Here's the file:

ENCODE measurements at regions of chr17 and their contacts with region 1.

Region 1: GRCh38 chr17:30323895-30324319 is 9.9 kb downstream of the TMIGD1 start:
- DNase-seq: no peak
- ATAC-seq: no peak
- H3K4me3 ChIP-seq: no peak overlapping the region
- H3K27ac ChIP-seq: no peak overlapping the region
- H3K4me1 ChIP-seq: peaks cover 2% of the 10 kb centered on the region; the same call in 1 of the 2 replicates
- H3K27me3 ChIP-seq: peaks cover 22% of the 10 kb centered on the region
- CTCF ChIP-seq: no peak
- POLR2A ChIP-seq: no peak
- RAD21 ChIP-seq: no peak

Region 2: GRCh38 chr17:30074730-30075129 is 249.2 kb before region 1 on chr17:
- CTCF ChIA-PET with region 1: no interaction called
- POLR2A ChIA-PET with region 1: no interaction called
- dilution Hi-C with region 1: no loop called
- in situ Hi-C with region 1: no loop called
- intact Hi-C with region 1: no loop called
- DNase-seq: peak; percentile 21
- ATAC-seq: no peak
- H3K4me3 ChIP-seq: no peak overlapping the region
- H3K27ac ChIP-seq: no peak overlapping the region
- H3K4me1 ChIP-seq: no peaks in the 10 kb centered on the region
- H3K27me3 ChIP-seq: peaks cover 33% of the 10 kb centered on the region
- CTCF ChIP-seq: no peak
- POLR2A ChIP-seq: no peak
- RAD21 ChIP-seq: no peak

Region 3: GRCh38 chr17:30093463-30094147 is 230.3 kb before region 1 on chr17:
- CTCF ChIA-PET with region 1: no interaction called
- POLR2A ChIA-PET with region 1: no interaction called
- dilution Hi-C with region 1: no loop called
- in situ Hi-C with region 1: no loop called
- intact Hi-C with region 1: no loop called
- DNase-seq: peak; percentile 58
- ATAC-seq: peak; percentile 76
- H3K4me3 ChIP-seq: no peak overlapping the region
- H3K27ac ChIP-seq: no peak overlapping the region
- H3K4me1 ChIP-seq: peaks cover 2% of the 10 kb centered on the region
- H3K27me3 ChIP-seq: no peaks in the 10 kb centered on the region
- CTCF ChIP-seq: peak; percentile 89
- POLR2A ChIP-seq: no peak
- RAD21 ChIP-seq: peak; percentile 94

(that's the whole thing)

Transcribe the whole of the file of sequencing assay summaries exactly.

ENCODE measurements at regions of chr17 and their contacts with region 1.

Region 1: GRCh38 chr17:30323895-30324319 is 9.9 kb downstream of the TMIGD1 start:
- DNase-seq: no peak
- ATAC-seq: no peak
- H3K4me3 ChIP-seq: no peak overlapping the region
- H3K27ac ChIP-seq: no peak overlapping the region
- H3K4me1 ChIP-seq: peaks cover 2% of the 10 kb centered on the region; the same call in 1 of the 2 replicates
- H3K27me3 ChIP-seq: peaks cover 22% of the 10 kb centered on the region
- CTCF ChIP-seq: no peak
- POLR2A ChIP-seq: no peak
- RAD21 ChIP-seq: no peak

Region 2: GRCh38 chr17:30074730-30075129 is 249.2 kb before region 1 on chr17:
- CTCF ChIA-PET with region 1: no interaction called
- POLR2A ChIA-PET with region 1: no interaction called
- dilution Hi-C with region 1: no loop called
- in situ Hi-C with region 1: no loop called
- intact Hi-C with region 1: no loop called
- DNase-seq: peak; percentile 21
- ATAC-seq: no peak
- H3K4me3 ChIP-seq: no peak overlapping the region
- H3K27ac ChIP-seq: no peak overlapping the region
- H3K4me1 ChIP-seq: no peaks in the 10 kb centered on the region
- H3K27me3 ChIP-seq: peaks cover 33% of the 10 kb centered on the region
- CTCF ChIP-seq: no peak
- POLR2A ChIP-seq: no peak
- RAD21 ChIP-seq: no peak

Region 3: GRCh38 chr17:30093463-30094147 is 230.3 kb before region 1 on chr17:
- CTCF ChIA-PET with region 1: no interaction called
- POLR2A ChIA-PET with region 1: no interaction called
- dilution Hi-C with region 1: no loop called
- in situ Hi-C with region 1: no loop called
- intact Hi-C with region 1: no loop called
- DNase-seq: peak; percentile 58
- ATAC-seq: peak; percentile 76
- H3K4me3 ChIP-seq: no peak overlapping the region
- H3K27ac ChIP-seq: no peak overlapping the region
- H3K4me1 ChIP-seq: peaks cover 2% of the 10 kb centered on the region
- H3K27me3 ChIP-seq: no peaks in the 10 kb centered on the region
- CTCF ChIP-seq: peak; percentile 89
- POLR2A ChIP-seq: no peak
- RAD21 ChIP-seq: peak; percentile 94